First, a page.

Thursday, April 30, 2009

FSLR; The Betamax of Solar?

FSLR announced their earnings today. The results were great, particularly considering the overall economy.

I've given FSLR considerable thought in the last couple years, and I remain convinced that they have unspeakable future problems. On their investor relations page, they link to the pdf associated with their Q1 conference call. In it, they mention what they consider to be risks to their business, but nowhere do they mention the risk associated with availability of their critical Tellurium supply. Ok, so maybe they have it all figured out; but nobody's asking, and nobody's telling.

Ok, I don't know, but I want to get an idea of what kind of supply issue they're up against, so I've gathered some info.

Per Greentech Media, FSLR uses 6 grams of Tellurium per square meter. (See.)

Per First Solar, the FS-277 Module is .72m2 and has a peak power of 77.5W. (See.)

77.5W / .72m2 = 107.64W/m2

So, at 6 grams / m2, the amount of Tellurium required per Watt works out to be 6g / 107.64W = .056 g/W.

Well, we know that FSLR is aiming for a bit over a GW in annual production for '09 and '10, so rounding to 1GW gives roughly 55.7 Metric Tons of Tellurium required to produce that GW of modules.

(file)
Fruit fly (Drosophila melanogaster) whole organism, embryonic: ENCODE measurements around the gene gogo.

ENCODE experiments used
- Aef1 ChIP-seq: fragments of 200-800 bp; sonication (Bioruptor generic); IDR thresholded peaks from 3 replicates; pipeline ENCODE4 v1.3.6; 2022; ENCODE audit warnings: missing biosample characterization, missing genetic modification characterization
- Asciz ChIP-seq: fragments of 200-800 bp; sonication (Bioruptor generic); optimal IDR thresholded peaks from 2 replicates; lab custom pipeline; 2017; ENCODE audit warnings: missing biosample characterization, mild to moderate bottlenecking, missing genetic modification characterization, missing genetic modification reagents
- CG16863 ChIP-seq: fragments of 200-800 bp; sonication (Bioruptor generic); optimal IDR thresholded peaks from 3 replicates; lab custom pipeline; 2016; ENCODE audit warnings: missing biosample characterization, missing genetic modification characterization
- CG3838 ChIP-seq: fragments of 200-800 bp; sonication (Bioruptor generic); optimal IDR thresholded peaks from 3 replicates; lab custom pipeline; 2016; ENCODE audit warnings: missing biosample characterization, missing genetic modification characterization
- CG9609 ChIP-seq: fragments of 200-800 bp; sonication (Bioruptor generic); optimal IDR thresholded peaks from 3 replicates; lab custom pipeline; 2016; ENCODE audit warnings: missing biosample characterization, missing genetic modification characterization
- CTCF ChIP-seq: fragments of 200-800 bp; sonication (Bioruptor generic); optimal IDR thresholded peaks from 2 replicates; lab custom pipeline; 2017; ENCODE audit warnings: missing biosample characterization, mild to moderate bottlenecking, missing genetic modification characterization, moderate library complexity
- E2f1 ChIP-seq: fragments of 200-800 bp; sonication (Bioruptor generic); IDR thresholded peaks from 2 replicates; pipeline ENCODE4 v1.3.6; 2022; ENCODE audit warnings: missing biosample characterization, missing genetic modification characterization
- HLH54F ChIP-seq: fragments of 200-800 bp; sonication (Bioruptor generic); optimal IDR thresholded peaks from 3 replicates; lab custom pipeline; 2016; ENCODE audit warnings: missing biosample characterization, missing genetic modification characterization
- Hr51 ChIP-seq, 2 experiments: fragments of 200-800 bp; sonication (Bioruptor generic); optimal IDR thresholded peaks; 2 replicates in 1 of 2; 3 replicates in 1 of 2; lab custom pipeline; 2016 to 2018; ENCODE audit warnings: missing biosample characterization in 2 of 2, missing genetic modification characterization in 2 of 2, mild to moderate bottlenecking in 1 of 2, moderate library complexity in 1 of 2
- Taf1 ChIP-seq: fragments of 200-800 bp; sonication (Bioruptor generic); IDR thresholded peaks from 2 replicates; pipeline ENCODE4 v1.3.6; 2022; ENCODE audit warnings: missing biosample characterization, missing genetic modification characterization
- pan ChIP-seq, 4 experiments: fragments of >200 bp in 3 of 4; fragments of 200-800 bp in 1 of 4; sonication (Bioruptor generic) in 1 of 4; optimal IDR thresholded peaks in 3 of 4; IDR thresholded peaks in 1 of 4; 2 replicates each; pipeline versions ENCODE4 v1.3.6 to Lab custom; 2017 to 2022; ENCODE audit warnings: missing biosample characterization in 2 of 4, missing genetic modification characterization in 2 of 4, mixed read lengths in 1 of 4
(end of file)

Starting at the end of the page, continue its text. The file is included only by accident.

The question, then, is how much Tellurium is out there, and what does it cost?

According to the USGS, the price has ranged from $41,800/MT in 2004 to
$82,000/MT in 2007. The World Supply of Tellurium according to US Geological Survey was 132MT in 2006.

Ah, no problem. If they're using 55MT to produce 1W worth of modules, and they're paying even the high price of $82,000/MT for their supply, then they're only paying a total of $4.5 Million for their entire yearly supply of Tellurium. That's less than a penny per Watt. In fact, during the CC, Jesse Peechel stated, quite possibly accurately, that First Solar's largest cost was glass.

Wait, a problem. Solar is big. A sensible look at the required future scale of Solar Energy puts the annual Global installation rate to be around 30GWp per year by just 2012. What if FSLR wants to maintain a significant share in this market?

Well, as it is today, it appears that over a third of the World's Tellurium supply is required for the production of a single Gigawatt of First Solar modules.
If FSLR were to take 10% of that market, they'd have to produce 3GW of modules, which by today's efficiencies would require 165MT of Tellurium, or more Tellurium than the World produced in 2006! Well, maybe the price of Tellurium is a pittance when the company is demanding only a third of the World supply of material, but I can guarantee that it won't remain so when that company is demanding 33MT MORE than the World's annual supply.

A big part of this problem is that there's no such thing as a Tellurium mine. Tellurium is only produced as a byproduct of mining other commodities, such as Copper. This means that it's very difficult to increase the World Supply independently of the supply of those other materials. If you were to mine Tellurium alone, the cost would be astronomical, and yet if you were to drive up the mining activity in Tellurium's sister elements, then you'd have the affect of driving down the prices of those materials, thus making them into less desirable targets for mining.